Blog hosting sites play a huge part in providing the domains for which we seek our news and entertainment from today. Such sites, directly affiliating themselves with the practise of ‘blogging’ is that of Blogspot, which has been around from as early as 1999. Created in Prya Labs, and later bought by Google, Blogspot was one of the earliest dedicated blog-publishing tools.
Later came the introduction of WordPress in 2003, which currently stands at the most popular blogging site in the web, with over 60,000 websites.
In a world where blogging has come to play such a dominant role in our media, it makes sense that companies are turning to independent blogs and websites for advertising purposes. With technologies such as Google AdSense, it is now more common than ever for bloggers to charge monthly, weekly or even daily rates for advertising space on their domain.
Search engine optimisation – SEO – allows bloggers to optimise search engines in order to gain as many views as possible, boosting any revenue generated through advertisements.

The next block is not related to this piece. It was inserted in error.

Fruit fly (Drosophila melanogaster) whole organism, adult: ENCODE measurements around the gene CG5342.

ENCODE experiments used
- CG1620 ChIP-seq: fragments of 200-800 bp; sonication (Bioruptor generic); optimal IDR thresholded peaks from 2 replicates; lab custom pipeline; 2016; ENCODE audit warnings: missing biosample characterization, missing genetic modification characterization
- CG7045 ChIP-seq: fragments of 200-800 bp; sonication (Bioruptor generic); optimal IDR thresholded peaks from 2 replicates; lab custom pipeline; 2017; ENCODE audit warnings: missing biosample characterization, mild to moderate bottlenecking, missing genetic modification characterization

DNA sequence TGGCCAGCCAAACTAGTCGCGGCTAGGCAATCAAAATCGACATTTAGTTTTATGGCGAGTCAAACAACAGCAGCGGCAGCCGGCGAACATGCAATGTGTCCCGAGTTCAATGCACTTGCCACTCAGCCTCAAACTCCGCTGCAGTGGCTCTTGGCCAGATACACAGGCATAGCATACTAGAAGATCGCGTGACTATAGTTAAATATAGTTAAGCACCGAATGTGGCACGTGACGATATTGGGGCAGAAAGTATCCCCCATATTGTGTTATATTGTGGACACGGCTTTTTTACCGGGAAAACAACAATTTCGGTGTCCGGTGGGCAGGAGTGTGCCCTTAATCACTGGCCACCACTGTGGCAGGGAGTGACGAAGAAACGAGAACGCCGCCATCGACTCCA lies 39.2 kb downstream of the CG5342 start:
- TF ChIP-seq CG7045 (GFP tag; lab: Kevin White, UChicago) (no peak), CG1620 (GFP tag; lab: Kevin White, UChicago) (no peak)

The web is bursting with blogs actually teaching people how to monetize their sites through SEO and advertising which is a paradox in itself in that people blog about how to blog!
The idea of blogging has long been thought of as a hobby rather than a job or a career, and for many bloggers – their intention was just to create a site for fun, until they built up a regular following and found themselves being contacted by brands.
Amy Liddell, a blogger and law student at Durham University, set up her blog after she received some comments on social media platform Instagram, complementing her style. Amy decided to showcase her love of fashion and beauty though her blog ‘Salt and Chic’ set up through Blogger.
Amy said: “I literally just set my blog up on a whim and started writing. I never dreamed that I would end up working with as many brands as I have now.
I didn’t even realise that you could work with brands or use blogging as a business at all when I set it up.
I would love to think I could do blogging full time but I do think that you need a huge following in order to bring in a real income that you could solely live off. I know a lot of people who are full time bloggers who don’t have a really huge following but I’m not sure I would take the risk without one.”